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Foot and Mouth Disease in Turkmenistan

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Foot and Mouth Disease, Turkmenistan,
May 1999, Impact Worksheet






Summary: On May 21, 1999, Turkmenistan reported an outbreak of Foot and Mouth Disease to the Office International des Epizooties (OIE). Turkmenistan is a former Soviet Republic. The current outbreak in Turkmenistan poses minimal risks to the US. The number of travelers from Turkmenistan to the US is very small, and no relevant animal products have been legally imported to the US from Turkmenistan since 1996. The country exports and imports small quantities, from a world perspective, of cattle and sheep byproducts. More information is needed to determine (1) the virus subtype, and (2) whether these outbreaks reflect an endemic problem in Turkmenistan, or whether the outbreaks have occurred due to spread of FMD from other countries in South West Asia or the Middle East.


How extensive is the situation in the affected country and what was the country's disease status prior to the outbreak?

An outbreak of Foot and Mouth Disease (FMD) was reported by Turkmenistan to OIE on 21 May 1999. Turkmenistan is a former Soviet Republic bordered by Iran, Afghanistan, Uzbekistan and Kazakhstan. According to the brief report submitted by the Turkmenistan Ministry of Agriculture, five outbreaks of FMD were experienced there in the first quarter of 1999. The outbreaks occurred in the Farap, Sakar and Sayat districts in the northeastern part of the country that borders Uzbekistan; and in the Ghiaver district in the southern part of the country that borders Iran and Afghanistan. No information was provided regarding virus sub-typing.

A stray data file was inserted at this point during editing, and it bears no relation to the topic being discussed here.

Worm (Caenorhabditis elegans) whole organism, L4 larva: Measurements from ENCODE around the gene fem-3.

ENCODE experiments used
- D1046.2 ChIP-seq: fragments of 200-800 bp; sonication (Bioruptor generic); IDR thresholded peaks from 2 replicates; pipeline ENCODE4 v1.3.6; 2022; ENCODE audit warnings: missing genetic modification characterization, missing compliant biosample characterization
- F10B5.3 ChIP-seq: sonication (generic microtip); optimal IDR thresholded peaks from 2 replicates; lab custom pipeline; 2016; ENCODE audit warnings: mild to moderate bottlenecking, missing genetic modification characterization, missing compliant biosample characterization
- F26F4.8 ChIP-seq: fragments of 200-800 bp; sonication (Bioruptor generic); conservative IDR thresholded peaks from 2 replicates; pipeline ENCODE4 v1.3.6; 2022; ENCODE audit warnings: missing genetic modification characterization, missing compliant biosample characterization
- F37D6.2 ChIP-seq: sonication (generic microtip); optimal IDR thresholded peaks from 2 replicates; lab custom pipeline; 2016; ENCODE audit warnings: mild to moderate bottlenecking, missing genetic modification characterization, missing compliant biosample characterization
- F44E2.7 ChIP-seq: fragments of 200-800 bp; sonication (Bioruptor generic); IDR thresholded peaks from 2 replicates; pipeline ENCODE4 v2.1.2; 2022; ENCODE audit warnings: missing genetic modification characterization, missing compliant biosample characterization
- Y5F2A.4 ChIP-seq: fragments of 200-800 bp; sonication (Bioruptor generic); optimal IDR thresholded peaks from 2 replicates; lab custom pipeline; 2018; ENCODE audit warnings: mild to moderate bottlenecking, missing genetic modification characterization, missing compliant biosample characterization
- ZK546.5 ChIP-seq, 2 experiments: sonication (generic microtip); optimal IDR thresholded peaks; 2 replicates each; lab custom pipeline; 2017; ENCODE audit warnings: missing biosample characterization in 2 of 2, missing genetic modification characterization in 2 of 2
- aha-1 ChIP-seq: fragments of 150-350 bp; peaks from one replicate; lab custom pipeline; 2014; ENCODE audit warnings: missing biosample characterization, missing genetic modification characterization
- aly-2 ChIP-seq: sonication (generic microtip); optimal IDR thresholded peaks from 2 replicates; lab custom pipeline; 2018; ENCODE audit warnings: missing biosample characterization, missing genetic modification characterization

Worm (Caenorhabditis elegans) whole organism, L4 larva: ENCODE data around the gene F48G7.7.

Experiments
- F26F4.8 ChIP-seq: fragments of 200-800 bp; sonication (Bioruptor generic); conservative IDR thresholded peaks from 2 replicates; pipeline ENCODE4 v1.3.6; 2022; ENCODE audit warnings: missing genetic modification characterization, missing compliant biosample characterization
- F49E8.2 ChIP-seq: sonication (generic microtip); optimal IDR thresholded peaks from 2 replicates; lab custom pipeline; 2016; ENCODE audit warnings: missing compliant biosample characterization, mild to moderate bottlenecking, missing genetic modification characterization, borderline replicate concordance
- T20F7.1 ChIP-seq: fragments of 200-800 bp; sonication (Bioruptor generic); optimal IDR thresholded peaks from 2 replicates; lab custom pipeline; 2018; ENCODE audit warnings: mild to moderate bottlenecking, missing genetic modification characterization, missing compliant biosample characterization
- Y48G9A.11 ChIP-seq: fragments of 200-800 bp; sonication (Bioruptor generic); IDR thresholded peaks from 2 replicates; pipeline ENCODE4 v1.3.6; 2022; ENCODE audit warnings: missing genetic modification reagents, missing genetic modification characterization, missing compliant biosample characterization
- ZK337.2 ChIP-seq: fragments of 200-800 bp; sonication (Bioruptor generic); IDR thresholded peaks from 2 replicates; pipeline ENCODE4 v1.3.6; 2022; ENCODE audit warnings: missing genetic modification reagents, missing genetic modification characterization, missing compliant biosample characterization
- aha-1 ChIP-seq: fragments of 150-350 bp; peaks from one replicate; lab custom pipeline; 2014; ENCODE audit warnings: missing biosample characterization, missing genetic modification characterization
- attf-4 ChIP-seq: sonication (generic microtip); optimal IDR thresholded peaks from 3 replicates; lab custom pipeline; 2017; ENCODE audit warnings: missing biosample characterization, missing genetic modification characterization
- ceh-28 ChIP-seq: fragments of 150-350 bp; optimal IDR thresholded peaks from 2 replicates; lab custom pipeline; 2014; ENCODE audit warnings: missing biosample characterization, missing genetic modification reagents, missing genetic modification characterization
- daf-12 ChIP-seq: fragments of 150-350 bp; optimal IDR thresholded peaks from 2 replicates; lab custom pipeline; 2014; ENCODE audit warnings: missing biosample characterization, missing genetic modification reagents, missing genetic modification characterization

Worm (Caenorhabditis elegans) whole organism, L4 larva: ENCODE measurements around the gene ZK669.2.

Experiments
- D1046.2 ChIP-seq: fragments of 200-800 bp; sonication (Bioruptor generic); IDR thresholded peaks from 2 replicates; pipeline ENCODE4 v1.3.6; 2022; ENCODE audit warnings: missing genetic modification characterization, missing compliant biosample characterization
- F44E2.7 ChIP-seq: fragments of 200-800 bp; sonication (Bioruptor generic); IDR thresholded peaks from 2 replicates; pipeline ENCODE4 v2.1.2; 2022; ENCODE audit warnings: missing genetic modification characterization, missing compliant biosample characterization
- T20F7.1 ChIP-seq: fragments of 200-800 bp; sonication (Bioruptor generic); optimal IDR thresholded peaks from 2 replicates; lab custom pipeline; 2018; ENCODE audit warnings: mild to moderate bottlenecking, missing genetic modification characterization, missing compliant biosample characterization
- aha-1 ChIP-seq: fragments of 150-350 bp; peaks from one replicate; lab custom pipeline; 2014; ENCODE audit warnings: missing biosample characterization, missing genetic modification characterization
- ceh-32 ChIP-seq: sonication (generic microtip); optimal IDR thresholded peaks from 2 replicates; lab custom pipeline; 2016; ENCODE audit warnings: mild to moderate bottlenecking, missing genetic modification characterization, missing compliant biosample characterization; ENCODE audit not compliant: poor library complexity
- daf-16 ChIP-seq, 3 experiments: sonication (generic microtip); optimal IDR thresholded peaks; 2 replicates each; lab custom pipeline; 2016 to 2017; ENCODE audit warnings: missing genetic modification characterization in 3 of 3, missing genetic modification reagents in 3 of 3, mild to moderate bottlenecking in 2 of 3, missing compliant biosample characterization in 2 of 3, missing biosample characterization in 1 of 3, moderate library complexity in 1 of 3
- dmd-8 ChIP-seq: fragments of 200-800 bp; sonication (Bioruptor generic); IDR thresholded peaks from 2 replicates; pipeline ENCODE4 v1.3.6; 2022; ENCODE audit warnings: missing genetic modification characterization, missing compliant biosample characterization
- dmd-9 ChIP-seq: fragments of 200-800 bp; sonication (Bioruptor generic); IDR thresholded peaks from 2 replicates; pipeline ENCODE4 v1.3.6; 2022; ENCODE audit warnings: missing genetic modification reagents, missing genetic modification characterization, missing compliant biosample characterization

Source: OIE disease information report

What is the country's place in the international market for affected animals and animal products?

Turkmenistan was the world's 29th largest producer of mutton and lamb in 1997. Turkmenistan is a very small producer of cattle, goats, pigs and products from these animals. The country exports and imports very small quantities, from a world perspective, of cattle and sheep byproducts.

Source: United Nations FAO

What is the country's production and trade in affected animals and animal products?

Turkmenistan's relevant live animal stocks and meat production for 1998 are listed in Table 1 and Table 2.

Table 1: Live Animal Stocks and Meat Production in Turkmenistan, 1998

Live Animals
Number of Head
Slaughtered for
Number of Head
Pigs35,000pig meat27,000
Cattle 900,000beef and veal 240,000
Goats360,000goat meat130,000
Sheep5,400,000mutton and lamb2,667,000
Source: United Nations FAO

Table 2: Hides and Skins and Milk Production in Turkmenistan, 1998
Hides from
Metric Tons
Milk
Metric Tons
Pigs0PigsN/A
Cattle 4,560Cattle725,000
Goats299Goats0
Sheep5,334Sheep0
Source: United Nations FAO

Turkmenistan exported small quantities of relevant animal products. These products comprised a very small percentage of total agricultural exports from Turkmenistan, which were valued at about $370 million in 1997. See Table 3 below.